3
$\begingroup$

I'm reading about solving the wave equation and I found the method a little dodgy.

$$L(u)=u_{tt} -c^2 u_{xx} = 0$$

They then 'factorised' this as you would the difference of two squares, to obtain

$$L(u) = \left ( \frac{\partial}{\partial t} - c \frac{\partial}{\partial x} \right )\left ( \frac{\partial}{\partial t} + c \frac{\partial}{\partial x} \right )u$$

Then the individual brackets are equated to zero to solve, as two separate transport equations.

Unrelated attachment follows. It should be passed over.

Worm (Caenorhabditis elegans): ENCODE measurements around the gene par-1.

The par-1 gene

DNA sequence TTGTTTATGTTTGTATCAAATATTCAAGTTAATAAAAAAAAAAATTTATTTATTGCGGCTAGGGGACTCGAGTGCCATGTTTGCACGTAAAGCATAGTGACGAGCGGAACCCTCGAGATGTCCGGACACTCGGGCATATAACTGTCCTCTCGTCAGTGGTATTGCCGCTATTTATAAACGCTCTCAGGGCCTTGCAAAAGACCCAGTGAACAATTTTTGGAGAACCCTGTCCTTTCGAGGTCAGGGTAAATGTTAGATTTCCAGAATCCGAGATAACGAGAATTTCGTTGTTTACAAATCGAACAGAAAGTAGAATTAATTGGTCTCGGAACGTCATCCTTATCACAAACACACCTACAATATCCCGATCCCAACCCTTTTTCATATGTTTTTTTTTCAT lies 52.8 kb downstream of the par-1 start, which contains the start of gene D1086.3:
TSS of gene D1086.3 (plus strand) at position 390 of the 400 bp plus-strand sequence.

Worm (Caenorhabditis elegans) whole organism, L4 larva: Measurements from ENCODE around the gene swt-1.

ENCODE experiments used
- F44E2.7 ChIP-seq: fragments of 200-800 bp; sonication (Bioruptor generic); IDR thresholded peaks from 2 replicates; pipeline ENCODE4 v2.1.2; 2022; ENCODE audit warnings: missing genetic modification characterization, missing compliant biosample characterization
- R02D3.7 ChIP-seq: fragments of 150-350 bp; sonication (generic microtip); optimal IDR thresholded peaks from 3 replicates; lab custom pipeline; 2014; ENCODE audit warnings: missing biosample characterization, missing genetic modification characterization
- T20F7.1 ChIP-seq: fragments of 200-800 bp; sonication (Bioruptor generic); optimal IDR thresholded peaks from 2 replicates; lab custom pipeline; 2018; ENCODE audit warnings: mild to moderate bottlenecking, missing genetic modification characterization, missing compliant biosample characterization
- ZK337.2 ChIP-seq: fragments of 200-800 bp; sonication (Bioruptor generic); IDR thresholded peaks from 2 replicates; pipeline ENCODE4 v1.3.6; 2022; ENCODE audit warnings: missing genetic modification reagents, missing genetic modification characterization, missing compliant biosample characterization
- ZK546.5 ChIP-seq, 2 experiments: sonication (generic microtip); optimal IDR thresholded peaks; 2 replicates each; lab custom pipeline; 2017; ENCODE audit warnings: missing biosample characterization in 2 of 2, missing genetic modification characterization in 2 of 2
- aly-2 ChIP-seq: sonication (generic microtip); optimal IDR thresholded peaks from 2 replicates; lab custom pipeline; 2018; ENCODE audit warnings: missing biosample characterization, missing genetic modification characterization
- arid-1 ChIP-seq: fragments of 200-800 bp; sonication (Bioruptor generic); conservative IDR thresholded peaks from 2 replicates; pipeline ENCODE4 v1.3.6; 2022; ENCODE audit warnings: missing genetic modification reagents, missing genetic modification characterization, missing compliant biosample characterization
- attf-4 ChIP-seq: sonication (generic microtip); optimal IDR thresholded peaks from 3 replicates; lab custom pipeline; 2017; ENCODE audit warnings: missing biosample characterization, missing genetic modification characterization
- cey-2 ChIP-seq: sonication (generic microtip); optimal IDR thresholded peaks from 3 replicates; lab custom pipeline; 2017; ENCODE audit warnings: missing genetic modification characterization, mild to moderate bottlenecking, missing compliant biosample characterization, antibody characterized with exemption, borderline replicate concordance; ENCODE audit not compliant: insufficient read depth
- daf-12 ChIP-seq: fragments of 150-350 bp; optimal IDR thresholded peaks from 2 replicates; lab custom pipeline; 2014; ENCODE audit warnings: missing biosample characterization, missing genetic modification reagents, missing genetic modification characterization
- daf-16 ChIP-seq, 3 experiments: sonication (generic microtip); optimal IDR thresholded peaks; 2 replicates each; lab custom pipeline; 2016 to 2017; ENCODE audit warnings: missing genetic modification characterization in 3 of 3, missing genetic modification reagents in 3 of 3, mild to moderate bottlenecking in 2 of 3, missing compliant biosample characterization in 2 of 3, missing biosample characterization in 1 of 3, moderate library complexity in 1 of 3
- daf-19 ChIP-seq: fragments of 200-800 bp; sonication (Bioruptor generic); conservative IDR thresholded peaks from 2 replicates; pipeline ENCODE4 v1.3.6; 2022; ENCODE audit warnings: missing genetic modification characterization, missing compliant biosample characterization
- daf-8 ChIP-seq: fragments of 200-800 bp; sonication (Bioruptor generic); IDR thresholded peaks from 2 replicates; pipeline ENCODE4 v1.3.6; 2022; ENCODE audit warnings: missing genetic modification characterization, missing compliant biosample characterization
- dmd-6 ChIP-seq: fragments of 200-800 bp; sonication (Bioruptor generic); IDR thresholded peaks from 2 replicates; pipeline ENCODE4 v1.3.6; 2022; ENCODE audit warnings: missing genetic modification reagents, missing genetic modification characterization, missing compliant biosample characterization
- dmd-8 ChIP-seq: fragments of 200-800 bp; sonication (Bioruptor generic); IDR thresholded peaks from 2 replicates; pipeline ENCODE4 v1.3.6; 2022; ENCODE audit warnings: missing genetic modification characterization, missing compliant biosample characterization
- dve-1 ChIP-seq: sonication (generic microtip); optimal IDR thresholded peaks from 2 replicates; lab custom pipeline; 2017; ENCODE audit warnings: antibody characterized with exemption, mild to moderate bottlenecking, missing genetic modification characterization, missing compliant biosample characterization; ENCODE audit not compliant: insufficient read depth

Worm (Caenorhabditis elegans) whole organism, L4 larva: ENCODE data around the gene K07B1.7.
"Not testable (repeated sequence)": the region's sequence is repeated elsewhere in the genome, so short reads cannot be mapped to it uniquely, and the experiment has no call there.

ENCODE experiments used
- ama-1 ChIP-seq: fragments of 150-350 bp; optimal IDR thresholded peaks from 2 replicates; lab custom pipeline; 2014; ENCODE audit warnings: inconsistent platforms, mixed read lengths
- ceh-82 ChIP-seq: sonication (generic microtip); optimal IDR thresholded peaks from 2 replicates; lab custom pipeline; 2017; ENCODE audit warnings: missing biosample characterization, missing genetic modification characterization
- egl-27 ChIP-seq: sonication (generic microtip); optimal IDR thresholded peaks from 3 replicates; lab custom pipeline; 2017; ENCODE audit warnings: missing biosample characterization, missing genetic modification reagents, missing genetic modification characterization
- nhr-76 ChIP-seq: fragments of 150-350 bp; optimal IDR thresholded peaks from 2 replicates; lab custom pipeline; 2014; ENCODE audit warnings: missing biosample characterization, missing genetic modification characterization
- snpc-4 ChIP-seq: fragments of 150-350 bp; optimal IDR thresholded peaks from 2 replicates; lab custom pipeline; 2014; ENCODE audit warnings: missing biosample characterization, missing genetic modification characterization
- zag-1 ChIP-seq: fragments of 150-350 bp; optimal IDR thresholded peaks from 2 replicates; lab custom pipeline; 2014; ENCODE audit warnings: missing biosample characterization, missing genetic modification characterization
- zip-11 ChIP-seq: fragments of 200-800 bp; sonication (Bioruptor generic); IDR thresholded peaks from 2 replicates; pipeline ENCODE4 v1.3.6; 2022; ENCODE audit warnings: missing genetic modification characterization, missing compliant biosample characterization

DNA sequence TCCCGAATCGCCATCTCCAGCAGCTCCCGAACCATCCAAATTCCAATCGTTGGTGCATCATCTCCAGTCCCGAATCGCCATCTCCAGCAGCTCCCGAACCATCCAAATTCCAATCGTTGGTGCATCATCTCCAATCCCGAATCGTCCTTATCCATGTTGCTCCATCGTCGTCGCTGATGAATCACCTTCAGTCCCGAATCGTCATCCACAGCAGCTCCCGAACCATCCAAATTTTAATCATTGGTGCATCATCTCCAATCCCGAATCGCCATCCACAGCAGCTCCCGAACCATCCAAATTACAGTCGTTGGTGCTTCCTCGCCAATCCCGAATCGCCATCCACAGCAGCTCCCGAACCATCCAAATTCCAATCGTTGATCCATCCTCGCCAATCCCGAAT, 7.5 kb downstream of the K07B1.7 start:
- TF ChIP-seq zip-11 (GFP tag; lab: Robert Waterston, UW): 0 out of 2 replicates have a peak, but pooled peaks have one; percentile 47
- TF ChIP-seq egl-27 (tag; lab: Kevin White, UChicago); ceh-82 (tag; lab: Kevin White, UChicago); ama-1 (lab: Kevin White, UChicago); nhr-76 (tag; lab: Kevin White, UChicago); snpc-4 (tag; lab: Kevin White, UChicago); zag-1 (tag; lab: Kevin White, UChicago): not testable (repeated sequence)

But to me the step of 'factoring' an operator and 'letting it equal zero' seems totally unjustified and arbitrary. Is there a more careful way of explaining this, or was this done intentionally because the justification is too difficult for this level (learning how to solve various PDE's)?

$\endgroup$

1 Answer 1

4
$\begingroup$

it is not factoring like a multiply but like a composition of derivatives. Just develop it and see ! :-)

$\endgroup$
1
  • 2
    $\begingroup$ (note that in Fourier domain it would really be a multiply, for Fourier transforms differential equations into polynomials). $\endgroup$ Nov 1, 2015 at 12:50

You must log in to answer this question.

Not the answer you're looking for? Browse other questions tagged .